Although I’m a week late I couldn’t let the opportunity to blog about the remarkable achievement of spin bowler Arul Suppiah pass after he took six wickets for just five runs in Somerset’s Friends Life t20 victory over a startled Glamorgan in Cardiff.
As BBC Wales’ cricket correspondent Edward Bevan admits, the pitch turned far too much for a Twenty20 game, but as bowling figures go, these are going to be difficult – nigh on impossible – to beat. The previous best was 6-14 recorded by Sohail Tanvir in a match for Rajasthan against Chennai three years ago. It will have to take an extraordinary effort in extraordinary circumstances to even come close to break this particular record.
Suppiah, a slow left arm spin bowler who moved over toEngland from Kuala Lumpur when he was 13 years old, had never previously taken more than four wickets in a single innings for Somerset. His best Twenty20 figures before his astonishing performance last week was 3-22, recorded against Surrey a fortnight ago.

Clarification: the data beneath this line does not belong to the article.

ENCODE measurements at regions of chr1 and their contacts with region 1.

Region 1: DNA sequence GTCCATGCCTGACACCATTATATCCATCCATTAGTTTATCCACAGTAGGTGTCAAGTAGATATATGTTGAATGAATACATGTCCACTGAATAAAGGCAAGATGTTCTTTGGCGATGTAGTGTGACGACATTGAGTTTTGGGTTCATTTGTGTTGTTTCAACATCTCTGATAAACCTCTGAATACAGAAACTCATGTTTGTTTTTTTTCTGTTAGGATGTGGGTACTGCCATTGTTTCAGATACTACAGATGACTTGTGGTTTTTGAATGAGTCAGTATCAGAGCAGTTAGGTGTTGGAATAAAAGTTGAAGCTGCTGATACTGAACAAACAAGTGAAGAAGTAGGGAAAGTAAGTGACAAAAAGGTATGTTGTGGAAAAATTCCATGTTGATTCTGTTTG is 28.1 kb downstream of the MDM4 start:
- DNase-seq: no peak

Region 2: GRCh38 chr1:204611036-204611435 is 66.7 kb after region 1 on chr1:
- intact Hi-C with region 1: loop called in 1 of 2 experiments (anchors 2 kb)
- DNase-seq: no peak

Let us not fool ourselves, however, that this was possibly the most spin-friendly wicket of the season. I’ve seen some unplayable spells over the years from seasoned bowlers on favourable pitches at international level – Umar Gul’s 5-6 in 2009’s ICC World Twenty20 competition was an outstanding effort and offers nice symmetry to Suppiah’s magical 3.4-over spell, but taking six wickets in the t20 format is something special simply because a bowler has a maximum of only 24 deliveries in each match to set up and trap their victims.
Suppiah, it has to be said, is a relative unknown on the county circuit. He’s hardly the most revered spin bowler and was clearly regarded as a back-up spinner by Somerset since he was only tossed the ball after five other teammates had had a bowl before him. What he achieved must have surprised even himself.
It won’t astonish you to learn that the six-wicket blitz changed the course of the game. Glamorgan were looking edgy at 72-4 before Suppiah’s slow left arm spin rattled through the rest of the order as the Welsh side slumped to 98 all out – their second lowest score in the tournament’s history. Somerset chased down the required 99 runs for the loss of five wickets with 18 balls to spare to win the match and keep them on course to make the last eight of the competition.